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Philippians 2:19-30: When the Gospel Gets a Hold of a Life

November 29, 2011

Tolkien’s epic, The Lord of the Rings, demonstrates how tenuous our commitment to a mission can be when the opportunity for selfish gain presents itself. Nine individuals are bound together with one mission: destroy the Ring of Power. But one by one the evil in the ring begins to expose the evil in their hearts. Lured by the power of the ring and the glory that could come from wielding it, members are tempted to usurp the Fellowship’s mission for their own, and thus to use their fellow partners for selfish gain.

The gospel of Jesus is no magic ring. It does expose the evil in our hearts—not by fueling darkness with darkness, but rather by flooding it with light. Still the same evil lies in our hearts, and tempts us to take something as beautiful as the gospel and as sacred as our mission to advance it, and to hijack it for personal gain. It tempts us to prioritize self instead of Jesus, and so to use people instead of love them. Nothing could be more tragic, or more antithetical to the gospel. In Philippians 2:19-30, Paul provides a different scenario by highlighting two of his fellow servants and showing us what happens to our affections and our relationships when the gospel truly gets a hold of a life.

To help us understand what it looks like to live as citizens worthy of the gospel (1:27), Paul provides two portraits of gospel partnership in 2:19-30: Timothy and Epaphroditus. Both men have been serving alongside Paul and ministering to him while in prison, and he now explains his intention to send them to the church in Philippi: Timothy, so that he can later to return to Paul with a report of how the church is doing (2:19-24), and Epaphroditus, so that he can be reunited with the church who sent him out after what had become a perilous journey (2:25-30).

But Paul is doing more than informing the church of his plans. He’s expressing his genuine concern for the Philippians’ wellbeing, and he’s highlighting two lives that have been captivated by the gospel, and who thus serve as examples of what he’s been calling the church to do elsewhere in the letter. Timothy’s genuine concern for the Philippians makes him a model of what Paul calls all of us to in 2:4: “Each of you should look not only to your own interests, but also to the interests of others” (cf. 2:20-22). And Epaphroditus’ willingness to risk his life for the gospel displays the same willingness to make much of Christ we saw in Paul—whether by life or by death (1:20-21; cf. 2:29).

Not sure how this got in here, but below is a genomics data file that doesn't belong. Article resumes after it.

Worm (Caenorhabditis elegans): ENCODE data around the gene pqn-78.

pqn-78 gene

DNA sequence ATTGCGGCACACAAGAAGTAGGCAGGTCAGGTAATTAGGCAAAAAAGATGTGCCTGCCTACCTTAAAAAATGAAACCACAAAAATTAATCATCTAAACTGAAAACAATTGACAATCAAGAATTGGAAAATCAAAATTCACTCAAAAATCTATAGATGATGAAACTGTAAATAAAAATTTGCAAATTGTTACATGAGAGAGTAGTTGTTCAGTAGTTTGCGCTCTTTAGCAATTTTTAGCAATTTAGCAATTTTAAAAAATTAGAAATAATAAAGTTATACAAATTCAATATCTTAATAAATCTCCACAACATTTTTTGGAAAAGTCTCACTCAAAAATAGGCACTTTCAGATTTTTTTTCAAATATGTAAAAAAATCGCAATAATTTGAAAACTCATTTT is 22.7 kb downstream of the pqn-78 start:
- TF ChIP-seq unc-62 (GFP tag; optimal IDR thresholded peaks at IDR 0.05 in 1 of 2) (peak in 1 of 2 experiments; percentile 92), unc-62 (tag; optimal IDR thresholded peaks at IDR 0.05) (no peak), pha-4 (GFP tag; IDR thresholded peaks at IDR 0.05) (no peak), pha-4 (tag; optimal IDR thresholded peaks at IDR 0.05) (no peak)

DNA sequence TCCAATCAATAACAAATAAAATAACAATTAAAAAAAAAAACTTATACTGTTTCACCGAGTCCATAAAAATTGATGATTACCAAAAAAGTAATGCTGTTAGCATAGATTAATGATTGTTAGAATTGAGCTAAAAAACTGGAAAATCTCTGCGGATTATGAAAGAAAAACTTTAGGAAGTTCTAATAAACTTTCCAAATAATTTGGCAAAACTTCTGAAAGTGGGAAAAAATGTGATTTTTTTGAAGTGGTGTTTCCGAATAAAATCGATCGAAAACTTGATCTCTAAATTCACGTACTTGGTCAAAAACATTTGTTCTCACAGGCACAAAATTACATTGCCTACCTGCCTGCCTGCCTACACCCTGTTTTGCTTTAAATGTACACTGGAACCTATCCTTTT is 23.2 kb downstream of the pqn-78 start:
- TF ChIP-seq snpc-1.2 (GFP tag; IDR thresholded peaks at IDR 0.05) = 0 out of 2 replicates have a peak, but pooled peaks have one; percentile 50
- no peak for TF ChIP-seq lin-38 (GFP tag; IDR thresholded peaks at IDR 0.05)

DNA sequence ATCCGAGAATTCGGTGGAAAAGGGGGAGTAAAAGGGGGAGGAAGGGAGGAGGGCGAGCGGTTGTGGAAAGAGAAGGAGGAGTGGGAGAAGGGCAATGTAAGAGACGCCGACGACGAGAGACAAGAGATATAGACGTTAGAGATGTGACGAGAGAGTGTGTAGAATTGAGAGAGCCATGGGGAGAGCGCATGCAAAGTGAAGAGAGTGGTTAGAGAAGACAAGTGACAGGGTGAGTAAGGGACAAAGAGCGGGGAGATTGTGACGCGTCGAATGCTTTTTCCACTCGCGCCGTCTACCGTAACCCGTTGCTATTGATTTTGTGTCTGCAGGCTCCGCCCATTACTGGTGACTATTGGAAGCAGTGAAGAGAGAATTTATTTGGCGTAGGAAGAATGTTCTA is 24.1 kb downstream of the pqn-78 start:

The gospel reminds us that Jesus is our sufficient Savior, the greatest treasure this world affords. It reminds us that if we are satisfied in Christ, we are free to lay our lives down and genuinely love others. Apart from Christ, we can’t really love others, because we need them too much. We rely on them to fill us and meet our needs in ways only God can. And so each relationship becomes a subtle opportunity for selfish gain. And if we miss the centrality of the gospel in the life of the church, our very mission for Christ becomes an opportunity for selfish gain. The people we minister to become mere statistics that highlight our importance, our glory. Fellow congregants become a means to an end. Their contributions are dismissed to draw attention to our own. We’re even willing to dispense of our relationship with them all together if we judge it necessary for the good of “the cause” (not Christ’s, but ours).

But when the gospel gets a hold of a life, it moves us to prioritize Jesus instead of self, and so to love people instead of use them. Only the gospel of Jesus reveals to us the true depth of our sin and our just condemnation before God. Only the gospel of Jesus satisfies God’s anger against our sin, and our longing for true life and significance in him. And so only the gospel of Jesus frees us to willingly lay our lives down with genuine concern for others.

Has the gospel gotten a hold of your life? Join us this Sunday (Dec. 4) at Westgate Church to gaze freshly at the gospel of Jesus and consider our lives and relationships in its light.

Update: Sermon text and discussion questions are available here: Phil 2.19-30 Westgate 12.4.11

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